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WATCH NOW: Ascena bankruptcy will close Catherines, Justice stores in potential blow to Region malls
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WATCH NOW: Ascena bankruptcy will close Catherines, Justice stores in potential blow to Region malls

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Ascena bankruptcy will close Catherines and Justice stores, could be blow to Region malls

An Ann Taylor store is shown March 5, 2013 in Mount Lebanon, Pa. The operator of Ann Taylor and Lane Bryant filed for Chapter 11 bankruptcy on Thursday, the latest retailer to do so during the pandemic.

Ascena Retail Group filed for bankruptcy and will close some Region stores in a move that could deal blows to the Southlake Mall in Hobart and the Lighthouse Place Premium Outlets in Michigan City, as well as other shopping centers throughout Northwest Indiana.

The New Jersey-based retailer said the coronavirus pandemic has greatly impacted its business, which includes Ann Taylor, LOFT, Lane Bryant, Justice, Lou & Grey, and Catherines stores. It's filing for Chapter 11 bankruptcy in Virginia so it can restructure its debt and operations in the hope of staying in business.

It plans to close all Catherines stores nationwide, including at Merrillville Plaza in Hobart and at 1520 Torrence Ave. in Calumet City. The plus-size clothing store specializes in apparel, lingerie, accessories and shoes for women.

Ascena Retail Group also warned it would close a "significant number" of Justice stores, which sell trendy clothing for tweens. Locally, Justice has stores at Merrillville Plaza in Hobart, Southlake Mall in Hobart, Porter's Vale Shopping Center in Valparaiso and Lighthouse Place Premium Outlets in Michigan City.

Overall, the company said it planned to shrink its footprint from 2,800 stores nationwide to just 1,200 as it looks to shed $1 billion in debt.

While it has not identified which stores will close, that drastic reduction could affect its other Region locations, such as the Ann Taylor Factory Store at Lighthouse Place, its Lane Bryant Outlet in Lighthouse Place, and Lane Bryant stores in Shops on Main in Schererville, the Southlake Mall in Hobart, and Valparaiso Walk in Valparaiso.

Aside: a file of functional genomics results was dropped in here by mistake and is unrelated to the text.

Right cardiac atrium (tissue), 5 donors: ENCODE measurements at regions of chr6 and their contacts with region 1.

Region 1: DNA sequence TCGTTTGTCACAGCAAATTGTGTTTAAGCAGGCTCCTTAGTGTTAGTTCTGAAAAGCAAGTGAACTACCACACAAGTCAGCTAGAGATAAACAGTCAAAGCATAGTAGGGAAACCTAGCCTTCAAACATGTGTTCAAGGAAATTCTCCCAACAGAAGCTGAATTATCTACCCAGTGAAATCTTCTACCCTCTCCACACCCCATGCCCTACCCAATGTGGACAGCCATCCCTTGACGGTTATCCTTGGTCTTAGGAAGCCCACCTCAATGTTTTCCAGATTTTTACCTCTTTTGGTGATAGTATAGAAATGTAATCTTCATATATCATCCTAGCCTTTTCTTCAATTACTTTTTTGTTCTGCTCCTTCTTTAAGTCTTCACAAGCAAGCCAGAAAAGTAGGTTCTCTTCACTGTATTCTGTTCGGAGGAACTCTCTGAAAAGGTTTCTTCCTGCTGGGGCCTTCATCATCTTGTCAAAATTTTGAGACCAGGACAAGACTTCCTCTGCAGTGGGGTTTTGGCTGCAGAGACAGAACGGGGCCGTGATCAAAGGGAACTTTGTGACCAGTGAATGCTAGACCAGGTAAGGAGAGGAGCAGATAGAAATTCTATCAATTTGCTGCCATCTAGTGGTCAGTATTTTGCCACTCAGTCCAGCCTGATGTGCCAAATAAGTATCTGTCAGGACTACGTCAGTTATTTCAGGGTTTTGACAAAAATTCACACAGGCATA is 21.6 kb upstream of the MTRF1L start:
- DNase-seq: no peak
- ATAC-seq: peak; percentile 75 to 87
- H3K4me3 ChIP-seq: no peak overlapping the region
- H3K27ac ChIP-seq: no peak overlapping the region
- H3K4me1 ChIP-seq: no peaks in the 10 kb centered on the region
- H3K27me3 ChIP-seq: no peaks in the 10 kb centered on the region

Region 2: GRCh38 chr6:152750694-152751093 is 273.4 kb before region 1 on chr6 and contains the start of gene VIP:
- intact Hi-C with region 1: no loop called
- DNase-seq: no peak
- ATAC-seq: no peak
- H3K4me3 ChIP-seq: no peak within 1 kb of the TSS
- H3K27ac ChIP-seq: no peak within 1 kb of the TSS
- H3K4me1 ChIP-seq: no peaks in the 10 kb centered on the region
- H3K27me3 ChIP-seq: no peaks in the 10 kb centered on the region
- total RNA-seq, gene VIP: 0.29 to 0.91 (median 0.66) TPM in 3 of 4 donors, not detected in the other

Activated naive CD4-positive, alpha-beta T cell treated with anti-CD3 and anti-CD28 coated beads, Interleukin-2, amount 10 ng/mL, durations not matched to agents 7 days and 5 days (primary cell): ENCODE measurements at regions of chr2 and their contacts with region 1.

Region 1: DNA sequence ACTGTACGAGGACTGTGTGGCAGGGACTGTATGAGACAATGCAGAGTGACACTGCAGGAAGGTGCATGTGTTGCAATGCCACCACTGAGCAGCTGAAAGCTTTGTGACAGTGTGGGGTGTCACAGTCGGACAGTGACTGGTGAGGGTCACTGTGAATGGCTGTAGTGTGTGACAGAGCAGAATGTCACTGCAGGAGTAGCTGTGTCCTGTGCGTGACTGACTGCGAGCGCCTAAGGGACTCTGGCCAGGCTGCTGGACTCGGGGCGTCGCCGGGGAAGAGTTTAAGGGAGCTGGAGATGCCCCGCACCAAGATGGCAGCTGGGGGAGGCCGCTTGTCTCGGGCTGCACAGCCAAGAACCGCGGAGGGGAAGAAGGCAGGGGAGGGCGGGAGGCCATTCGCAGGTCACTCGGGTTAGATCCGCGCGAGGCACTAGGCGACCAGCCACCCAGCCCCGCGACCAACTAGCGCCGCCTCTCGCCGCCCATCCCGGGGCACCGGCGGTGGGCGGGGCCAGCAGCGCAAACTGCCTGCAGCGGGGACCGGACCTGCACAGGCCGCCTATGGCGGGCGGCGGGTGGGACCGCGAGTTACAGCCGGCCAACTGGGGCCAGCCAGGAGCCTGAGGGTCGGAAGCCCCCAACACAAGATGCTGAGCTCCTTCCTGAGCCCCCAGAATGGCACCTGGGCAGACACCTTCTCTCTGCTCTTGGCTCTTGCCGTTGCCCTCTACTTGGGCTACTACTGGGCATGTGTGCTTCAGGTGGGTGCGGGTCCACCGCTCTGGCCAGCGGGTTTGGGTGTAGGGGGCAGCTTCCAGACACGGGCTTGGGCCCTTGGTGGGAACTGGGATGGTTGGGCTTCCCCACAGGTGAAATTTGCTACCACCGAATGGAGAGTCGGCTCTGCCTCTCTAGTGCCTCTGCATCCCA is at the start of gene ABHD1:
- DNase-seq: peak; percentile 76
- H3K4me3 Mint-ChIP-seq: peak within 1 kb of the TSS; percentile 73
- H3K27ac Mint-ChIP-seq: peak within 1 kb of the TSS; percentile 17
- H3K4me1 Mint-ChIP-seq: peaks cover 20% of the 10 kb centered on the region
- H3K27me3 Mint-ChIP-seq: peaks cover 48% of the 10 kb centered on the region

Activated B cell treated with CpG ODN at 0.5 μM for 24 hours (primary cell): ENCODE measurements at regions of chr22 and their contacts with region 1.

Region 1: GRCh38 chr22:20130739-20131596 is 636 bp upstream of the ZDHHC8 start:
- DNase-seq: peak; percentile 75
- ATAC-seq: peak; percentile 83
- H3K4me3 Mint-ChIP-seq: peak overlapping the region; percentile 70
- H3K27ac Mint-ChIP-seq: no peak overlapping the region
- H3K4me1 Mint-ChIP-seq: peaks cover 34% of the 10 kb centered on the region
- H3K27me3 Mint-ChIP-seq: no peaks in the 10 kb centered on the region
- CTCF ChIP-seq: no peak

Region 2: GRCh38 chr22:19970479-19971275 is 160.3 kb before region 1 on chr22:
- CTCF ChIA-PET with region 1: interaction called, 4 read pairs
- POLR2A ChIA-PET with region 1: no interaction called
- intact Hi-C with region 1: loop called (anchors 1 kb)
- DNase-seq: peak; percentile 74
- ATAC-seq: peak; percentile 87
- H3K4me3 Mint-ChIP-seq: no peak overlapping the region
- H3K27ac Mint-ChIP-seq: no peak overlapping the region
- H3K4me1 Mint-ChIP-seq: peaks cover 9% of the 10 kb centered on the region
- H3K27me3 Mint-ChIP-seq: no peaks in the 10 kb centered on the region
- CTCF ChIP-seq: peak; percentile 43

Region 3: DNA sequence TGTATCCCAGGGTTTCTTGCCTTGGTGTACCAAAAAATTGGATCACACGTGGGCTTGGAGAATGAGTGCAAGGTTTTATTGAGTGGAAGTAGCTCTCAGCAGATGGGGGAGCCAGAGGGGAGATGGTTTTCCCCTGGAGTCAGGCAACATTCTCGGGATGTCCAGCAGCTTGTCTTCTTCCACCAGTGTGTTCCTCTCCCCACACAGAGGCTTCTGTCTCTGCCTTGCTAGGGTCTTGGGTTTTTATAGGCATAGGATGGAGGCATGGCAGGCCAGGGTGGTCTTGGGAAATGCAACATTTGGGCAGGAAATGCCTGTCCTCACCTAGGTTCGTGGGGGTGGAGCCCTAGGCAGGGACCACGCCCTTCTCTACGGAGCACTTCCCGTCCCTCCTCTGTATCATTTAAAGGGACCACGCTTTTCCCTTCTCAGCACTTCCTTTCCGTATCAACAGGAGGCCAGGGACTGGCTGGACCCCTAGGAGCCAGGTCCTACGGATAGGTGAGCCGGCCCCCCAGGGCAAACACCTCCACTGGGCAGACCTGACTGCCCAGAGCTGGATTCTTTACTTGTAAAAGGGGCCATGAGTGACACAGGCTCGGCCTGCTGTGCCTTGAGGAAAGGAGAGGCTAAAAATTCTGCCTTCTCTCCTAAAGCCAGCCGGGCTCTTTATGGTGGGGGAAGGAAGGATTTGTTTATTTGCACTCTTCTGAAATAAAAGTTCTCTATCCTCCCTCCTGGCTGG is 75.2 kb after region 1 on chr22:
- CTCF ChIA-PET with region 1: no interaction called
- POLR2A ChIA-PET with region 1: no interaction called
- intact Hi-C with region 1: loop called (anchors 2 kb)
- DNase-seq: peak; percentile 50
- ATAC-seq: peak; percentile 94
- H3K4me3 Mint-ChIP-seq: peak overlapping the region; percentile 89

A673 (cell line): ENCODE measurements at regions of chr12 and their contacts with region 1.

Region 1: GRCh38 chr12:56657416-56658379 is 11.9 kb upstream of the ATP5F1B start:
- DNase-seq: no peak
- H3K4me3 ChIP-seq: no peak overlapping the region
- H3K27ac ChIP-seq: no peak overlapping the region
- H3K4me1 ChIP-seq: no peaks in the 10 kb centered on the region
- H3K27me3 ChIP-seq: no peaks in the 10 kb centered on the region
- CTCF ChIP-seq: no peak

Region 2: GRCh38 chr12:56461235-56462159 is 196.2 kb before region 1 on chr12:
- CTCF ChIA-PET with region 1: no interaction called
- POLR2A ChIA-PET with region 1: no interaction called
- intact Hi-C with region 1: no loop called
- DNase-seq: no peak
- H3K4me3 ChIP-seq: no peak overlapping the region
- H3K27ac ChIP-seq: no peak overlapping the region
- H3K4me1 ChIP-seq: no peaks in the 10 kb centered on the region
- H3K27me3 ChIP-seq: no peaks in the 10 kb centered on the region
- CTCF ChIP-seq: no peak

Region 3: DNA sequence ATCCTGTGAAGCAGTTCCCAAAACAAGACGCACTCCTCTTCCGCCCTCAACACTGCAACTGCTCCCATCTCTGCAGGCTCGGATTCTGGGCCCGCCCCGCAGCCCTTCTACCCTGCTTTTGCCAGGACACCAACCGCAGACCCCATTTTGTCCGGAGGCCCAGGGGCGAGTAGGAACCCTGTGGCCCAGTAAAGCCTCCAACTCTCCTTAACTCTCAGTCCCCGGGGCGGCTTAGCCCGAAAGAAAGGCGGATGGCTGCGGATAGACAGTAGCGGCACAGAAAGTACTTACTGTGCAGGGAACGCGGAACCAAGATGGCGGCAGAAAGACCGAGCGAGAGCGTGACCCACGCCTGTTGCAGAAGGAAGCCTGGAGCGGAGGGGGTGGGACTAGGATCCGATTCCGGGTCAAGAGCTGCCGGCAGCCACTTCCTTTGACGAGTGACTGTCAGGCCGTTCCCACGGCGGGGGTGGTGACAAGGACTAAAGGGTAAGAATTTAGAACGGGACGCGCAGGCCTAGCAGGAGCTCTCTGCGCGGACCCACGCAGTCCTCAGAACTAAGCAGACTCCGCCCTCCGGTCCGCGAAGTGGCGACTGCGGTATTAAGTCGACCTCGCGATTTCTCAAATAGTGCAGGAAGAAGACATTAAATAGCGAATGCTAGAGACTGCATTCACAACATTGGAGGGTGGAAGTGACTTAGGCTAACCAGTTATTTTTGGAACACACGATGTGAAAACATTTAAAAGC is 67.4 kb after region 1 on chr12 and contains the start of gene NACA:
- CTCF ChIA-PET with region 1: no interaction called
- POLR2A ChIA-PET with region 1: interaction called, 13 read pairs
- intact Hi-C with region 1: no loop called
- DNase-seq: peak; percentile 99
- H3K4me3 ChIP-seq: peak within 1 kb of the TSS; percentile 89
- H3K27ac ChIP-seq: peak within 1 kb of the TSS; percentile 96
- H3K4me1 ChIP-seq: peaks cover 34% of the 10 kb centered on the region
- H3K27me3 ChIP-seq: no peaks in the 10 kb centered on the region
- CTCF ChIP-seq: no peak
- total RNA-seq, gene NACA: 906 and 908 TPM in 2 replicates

“The meaningful progress we have made driving sustainable growth, improving our operating margins and strengthening our financial foundation has been severely disrupted by the COVID-19 pandemic. As a result, we took a strategic step forward to protect the future of the business for all of our stakeholders,” said Carrie Teffner, interim executive chair of Ascena. “The restructuring agreement formalizes our lenders’ overwhelming support for a comprehensive plan to deleverage our balance sheet, right-size our operations and inject new capital into the business. With the cash generated from our ongoing operations and the new money financing commitments we received from our lenders, we expect to have sufficient liquidity to meet our operational obligations during the court-supervised process. We expect to move through this process on an expedited timeframe as our talented leadership team, established over the last year, stays focused on generating profitable growth and driving value for customers and stakeholders.”

The retailer secured a $150 million loan to proceed through bankruptcy court, from which it hopes to emerge a leaner, more viable operation.

“Ann Taylor, LOFT, Lane Bryant, Justice and Lou & Grey have incredibly loyal customers who are at the center of everything we do. These iconic brands have significant long-term potential and we continue to deliver on their mission to provide all women and girls with fashion and inspiration to live confidently every day," CEO Gary Muto said, "This comprehensive restructuring, as well as the actions we are taking to optimize our brand portfolio and store fleet, mark a new start for our company and will allow us to expand our customer-focused strategies across her mobile, online, and store experiences.”

The retailer aims to restructure its leases with landlords to keep as many stores open as possible.

“I am incredibly proud of the entire team for their commitment to serving our customers during what continues to be a challenging period for retail, our communities and our friends and families," Muto said. "We have a clear vision for our future and we will continue delivering meaningful experiences for our customers each and every day. We look forward to our continued partnerships with our valued vendors, landlords and other stakeholders as we emerge from Chapter 11, and this pandemic, as a stronger company.”

Retailpocalypse: A look at businesses that are closing in the Region

Retailpocalypse: A look at businesses that are closing in the Region

Some have been calling 2017 the "retailpocalypse" because of the stunning number of brick-and-mortar stores that have been closing across the country. Retailers that are shuttering all or some of their stores in the Region and the south suburbs so far in 2017 include:

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Business Reporter

Joseph S. Pete is a Lisagor Award-winning business reporter who covers steel, industry, unions, the ports, retail, banking and more. The Indiana University grad has been with The Times since 2013 and blogs about craft beer, culture and the military.

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JC Penney, which already had filed for bankruptcy and announced it was shuttering 230 stores nationwide, said it would close its Calumet City department store at 200 River Oaks Drive. The troubled retailer is shuttering 154 stores this summer and plans to announce another wave of closures in the next few weeks.

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